In Anthony Gist v. Atlas Staffing, Inc. and Meadowbrook Claim Services and Fresenius Medical Care, Respondent Gist was diagnosed with kidney failure after his job with Atlas exposed him to silica, a known cause of kidney failure. Gist sought workers’ compensation benefits from Appellants Atlas and its insurer, Meadowbrook Claims Services. Appellants denied coverage. Gist began receiving treatment from Fresenius Medical Care. Fresenius billed Medicaid, Medicare, and private insurer Medica for the costs of Gist’s treatment, and received payments from each. After a hearing, the compensation judge found Gist’s silica exposure was a substantial contributing factor to his kidney disease, and ordered Appellants to pay workers’ compensation benefits. After dismissing Fresenius’s cross-appeal as untimely, The Workers’ Compensation Court of Appeals upheld the compensation judge’s decision.
While the parties raise several issues on appeal to the Minnesota Supreme Court, most notably, the Court addressed whether Appellants are liable for the difference between the cost of the services that Fresenius billed to Medicaid and what Medicaid paid for those services. Appellants argue that, under a federal Medicaid regulation, Fresenius may not obtain from them the amounts billed to, but not paid by, Medicaid. The Court determined the Medicaid regulation at issue, 42 C.F.R. § 447.15, was unambiguous. It imposes a bright-line rule: when a provider participates in Medicaid, bills services to Medicaid, and accepts Medicaid payments for those services, it accepts the amount paid as “payment in full,” and thus cannot recover from third parties any unpaid amounts. Accordingly, after accepting a payment from Medicaid for services provided, a provider is barred from recovering any additional amounts for those services from a liable employer. The Court declined to extend the Spaeth-balance rule to the Medicaid context, as requested by Fresenius. The Court noted extending the Spaeth-balance rule to the Medicaid context would conflict with the federal regulation.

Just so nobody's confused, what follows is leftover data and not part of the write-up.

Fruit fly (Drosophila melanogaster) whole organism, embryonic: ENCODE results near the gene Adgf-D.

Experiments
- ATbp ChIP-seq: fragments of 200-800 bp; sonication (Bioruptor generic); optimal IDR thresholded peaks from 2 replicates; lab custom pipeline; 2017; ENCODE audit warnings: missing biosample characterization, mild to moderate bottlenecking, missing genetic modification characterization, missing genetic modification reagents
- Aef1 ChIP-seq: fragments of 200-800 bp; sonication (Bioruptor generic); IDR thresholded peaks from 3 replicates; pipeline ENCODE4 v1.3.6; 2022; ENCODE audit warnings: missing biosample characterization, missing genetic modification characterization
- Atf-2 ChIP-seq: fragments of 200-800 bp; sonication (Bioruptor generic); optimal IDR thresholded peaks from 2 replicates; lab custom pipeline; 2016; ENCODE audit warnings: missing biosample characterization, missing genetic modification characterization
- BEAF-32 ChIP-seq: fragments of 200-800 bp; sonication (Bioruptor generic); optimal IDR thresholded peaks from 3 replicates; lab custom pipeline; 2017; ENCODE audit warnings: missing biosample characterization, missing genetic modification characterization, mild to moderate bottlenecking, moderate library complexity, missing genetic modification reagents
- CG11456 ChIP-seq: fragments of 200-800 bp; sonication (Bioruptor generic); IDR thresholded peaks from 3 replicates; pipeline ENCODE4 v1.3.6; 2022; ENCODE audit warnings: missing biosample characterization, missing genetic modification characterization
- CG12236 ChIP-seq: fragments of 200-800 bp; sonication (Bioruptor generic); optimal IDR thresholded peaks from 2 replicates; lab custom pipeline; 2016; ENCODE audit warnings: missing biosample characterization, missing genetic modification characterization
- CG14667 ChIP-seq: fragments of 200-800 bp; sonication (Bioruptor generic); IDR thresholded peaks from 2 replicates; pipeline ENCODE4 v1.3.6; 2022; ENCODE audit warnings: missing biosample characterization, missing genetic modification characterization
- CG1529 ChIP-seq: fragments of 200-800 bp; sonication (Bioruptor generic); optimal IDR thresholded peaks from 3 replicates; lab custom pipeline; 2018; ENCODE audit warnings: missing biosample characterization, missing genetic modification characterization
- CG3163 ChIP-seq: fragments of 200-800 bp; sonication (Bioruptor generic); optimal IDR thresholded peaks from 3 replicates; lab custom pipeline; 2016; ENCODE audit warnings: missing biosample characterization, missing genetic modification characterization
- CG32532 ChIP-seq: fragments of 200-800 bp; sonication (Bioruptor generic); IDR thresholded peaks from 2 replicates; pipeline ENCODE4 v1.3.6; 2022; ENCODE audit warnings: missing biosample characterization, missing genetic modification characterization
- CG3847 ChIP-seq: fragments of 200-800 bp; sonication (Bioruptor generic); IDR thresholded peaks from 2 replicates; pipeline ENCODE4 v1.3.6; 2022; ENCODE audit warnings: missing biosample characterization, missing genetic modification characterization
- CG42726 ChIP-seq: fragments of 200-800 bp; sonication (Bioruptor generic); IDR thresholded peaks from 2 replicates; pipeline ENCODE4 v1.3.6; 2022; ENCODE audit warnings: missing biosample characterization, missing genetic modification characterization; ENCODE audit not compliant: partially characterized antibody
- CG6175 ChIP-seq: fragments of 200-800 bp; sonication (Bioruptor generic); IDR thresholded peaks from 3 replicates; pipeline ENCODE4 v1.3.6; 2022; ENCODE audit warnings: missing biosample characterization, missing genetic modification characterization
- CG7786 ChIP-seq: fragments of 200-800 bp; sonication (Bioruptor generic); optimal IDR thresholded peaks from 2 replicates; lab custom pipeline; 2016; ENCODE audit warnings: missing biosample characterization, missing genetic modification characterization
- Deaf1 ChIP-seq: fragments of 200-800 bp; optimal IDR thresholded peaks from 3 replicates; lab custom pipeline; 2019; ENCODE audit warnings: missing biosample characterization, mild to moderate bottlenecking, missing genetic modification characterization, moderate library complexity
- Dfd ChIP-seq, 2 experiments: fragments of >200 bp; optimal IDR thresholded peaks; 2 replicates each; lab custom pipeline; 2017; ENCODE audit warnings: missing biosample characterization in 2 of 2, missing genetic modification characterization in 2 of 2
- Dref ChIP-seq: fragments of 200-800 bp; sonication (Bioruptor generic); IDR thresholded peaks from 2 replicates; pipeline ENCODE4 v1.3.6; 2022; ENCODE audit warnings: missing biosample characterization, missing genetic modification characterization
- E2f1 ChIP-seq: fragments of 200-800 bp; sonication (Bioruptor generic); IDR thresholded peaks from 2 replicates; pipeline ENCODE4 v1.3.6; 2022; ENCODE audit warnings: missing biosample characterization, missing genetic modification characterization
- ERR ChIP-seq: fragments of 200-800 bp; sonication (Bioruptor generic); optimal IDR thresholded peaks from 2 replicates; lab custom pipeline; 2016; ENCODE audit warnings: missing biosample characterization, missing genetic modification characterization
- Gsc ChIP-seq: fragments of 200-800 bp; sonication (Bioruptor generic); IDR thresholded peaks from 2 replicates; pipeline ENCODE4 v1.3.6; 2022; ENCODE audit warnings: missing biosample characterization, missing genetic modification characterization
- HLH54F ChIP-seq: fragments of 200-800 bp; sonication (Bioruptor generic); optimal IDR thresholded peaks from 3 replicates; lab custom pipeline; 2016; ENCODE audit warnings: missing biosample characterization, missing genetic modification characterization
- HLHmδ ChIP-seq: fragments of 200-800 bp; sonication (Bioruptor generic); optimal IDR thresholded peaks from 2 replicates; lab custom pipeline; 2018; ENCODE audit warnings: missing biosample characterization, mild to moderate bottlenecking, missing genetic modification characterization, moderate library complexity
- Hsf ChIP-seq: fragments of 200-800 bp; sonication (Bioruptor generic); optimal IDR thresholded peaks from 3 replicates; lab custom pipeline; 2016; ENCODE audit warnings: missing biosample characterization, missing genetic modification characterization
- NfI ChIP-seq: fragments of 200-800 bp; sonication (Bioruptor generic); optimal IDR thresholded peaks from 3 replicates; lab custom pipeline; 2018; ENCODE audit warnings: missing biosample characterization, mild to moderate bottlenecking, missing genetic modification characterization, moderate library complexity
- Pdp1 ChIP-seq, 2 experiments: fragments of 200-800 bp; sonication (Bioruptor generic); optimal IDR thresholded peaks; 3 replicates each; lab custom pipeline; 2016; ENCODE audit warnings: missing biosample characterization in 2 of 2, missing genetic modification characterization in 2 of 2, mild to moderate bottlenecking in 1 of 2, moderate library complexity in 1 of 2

Additionally, Fresenius argues the compensation judge erred by concluding that the Minnesota workers’ compensation fee schedules applied to its medical bills for treatment incurred prior to the finding that Appellants were liable. Because the WCCA has special expertise in this area of law, the Court declined to consider this issue and remanded it for consideration by the WCCA.
The Minnesota Supreme Court affirmed the WCCA decision in part, reverse in part, and remand to that court for further proceedings.